"The Greenpeace paper is a testament to the effectiveness of JunkScience.com and the other climate realist groups. I'm very flattered that Greenpeace thinks so highly of the work we do. I wish I could return the sentiment, but I can't," Milloy wrote in an email to Cybercast News Service.
"The environmental activist groups receive a tsunami of direct/indirect funding and moral support from big business - much more than business provides climate realists. It must drive the enviros crazy that we've been able to short-circuit their agenda so far with our shoe-string budgets," he continued.
The Heartland Institute sees a vindictive attempt on the part of Greenpeace to close off an area of legitimate debate and to silence critics of man-made global warming studies.
"It's troubling that in a free society, where the First Amendment is suppose to protect free speech and association, anyone would face ridicule simply for exercising those rights and participating in the political process," said Michael Van Winkle, a media agent with the Heartland Institute.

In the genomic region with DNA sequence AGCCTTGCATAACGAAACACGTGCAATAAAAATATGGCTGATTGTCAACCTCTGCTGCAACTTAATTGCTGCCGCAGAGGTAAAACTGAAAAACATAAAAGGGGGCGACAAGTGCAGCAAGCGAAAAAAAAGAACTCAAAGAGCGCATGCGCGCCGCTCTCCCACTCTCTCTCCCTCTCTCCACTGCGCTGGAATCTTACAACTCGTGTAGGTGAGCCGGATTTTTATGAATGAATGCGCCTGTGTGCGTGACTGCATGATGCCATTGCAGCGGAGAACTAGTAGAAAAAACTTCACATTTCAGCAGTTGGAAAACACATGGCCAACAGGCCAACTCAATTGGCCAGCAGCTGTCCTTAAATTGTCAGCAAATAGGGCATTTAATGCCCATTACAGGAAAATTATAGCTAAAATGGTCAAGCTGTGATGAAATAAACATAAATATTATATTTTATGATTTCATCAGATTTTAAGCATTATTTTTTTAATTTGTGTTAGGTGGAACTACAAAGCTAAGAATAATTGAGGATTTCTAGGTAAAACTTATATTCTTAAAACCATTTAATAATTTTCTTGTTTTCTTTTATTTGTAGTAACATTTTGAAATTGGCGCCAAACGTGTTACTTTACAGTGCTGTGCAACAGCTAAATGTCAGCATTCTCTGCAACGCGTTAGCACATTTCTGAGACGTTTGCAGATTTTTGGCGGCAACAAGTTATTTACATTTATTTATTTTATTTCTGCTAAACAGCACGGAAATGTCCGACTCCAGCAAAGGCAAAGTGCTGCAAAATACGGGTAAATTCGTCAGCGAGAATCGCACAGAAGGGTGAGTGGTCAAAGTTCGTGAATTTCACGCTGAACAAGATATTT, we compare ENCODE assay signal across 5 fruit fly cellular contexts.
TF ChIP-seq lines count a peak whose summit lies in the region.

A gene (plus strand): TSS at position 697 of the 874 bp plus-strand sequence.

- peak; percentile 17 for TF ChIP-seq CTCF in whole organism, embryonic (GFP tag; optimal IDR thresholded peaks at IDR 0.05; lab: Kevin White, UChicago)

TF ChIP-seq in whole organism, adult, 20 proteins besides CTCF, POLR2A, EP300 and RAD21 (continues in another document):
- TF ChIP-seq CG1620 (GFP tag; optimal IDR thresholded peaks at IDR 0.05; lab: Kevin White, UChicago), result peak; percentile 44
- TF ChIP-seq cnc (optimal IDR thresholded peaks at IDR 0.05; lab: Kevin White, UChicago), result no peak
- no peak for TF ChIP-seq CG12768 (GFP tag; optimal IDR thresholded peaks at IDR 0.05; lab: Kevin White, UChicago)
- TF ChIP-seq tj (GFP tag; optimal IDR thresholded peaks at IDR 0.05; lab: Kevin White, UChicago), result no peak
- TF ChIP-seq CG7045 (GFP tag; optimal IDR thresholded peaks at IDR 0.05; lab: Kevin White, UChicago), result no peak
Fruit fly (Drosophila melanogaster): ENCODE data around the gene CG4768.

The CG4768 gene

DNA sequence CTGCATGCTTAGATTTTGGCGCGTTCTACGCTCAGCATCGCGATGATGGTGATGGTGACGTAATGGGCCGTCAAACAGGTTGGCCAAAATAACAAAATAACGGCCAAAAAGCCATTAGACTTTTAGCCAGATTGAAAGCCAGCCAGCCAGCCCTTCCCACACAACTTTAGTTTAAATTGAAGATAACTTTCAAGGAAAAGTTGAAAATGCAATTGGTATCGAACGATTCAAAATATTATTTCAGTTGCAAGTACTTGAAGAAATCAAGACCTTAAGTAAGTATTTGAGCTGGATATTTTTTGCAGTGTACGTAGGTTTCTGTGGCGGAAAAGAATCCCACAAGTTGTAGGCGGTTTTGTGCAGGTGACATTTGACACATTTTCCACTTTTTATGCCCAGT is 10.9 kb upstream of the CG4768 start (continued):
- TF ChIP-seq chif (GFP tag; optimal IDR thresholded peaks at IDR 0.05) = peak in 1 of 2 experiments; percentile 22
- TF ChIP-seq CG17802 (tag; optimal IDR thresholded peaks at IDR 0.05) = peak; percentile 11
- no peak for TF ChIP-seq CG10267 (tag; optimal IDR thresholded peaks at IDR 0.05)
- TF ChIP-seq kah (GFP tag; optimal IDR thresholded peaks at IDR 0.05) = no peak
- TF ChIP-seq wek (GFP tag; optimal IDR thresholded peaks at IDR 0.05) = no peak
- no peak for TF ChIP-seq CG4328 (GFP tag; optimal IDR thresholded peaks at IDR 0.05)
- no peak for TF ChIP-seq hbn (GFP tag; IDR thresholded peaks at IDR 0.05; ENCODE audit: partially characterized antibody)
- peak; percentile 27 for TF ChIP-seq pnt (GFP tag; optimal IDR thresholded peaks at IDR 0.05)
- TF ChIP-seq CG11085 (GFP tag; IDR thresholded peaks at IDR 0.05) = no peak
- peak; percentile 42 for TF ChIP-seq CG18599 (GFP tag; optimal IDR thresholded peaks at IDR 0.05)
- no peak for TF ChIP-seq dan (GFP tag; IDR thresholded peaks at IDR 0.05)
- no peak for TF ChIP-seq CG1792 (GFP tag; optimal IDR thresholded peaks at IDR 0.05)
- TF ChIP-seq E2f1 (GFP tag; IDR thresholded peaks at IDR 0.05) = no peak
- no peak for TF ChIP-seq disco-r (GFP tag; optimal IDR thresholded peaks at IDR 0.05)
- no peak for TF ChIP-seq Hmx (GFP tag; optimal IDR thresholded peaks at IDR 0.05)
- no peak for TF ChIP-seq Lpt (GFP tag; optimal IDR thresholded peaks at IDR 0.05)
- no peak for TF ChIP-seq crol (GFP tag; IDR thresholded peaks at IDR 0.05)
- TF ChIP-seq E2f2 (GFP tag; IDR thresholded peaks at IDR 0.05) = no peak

"Less than 5 percent of our budget comes from any one corporation and we don't follow marching orders or do contract research," he added.
Van Winkle also questioned Greenpeace's own funding.
"Greenpeace's budget is four times bigger than ours. Is anyone questioning where their funds come from? It is important to note that every year Greenpeace alone spends six times what Exxon allegedly donated to 41 different groups. Whose money is exerting a greater influence on the debate?" he asked.
Davies said he favors "full disclosure" and "transparency."
But, the National Center for Public Policy Research is challenging Greenpeace and its affiliates to disclose the sources and amounts of its 2006 donations exceeding $50,000, according to a press release. If Greenpeace agrees, The National Center for Public Policy Research will do the same.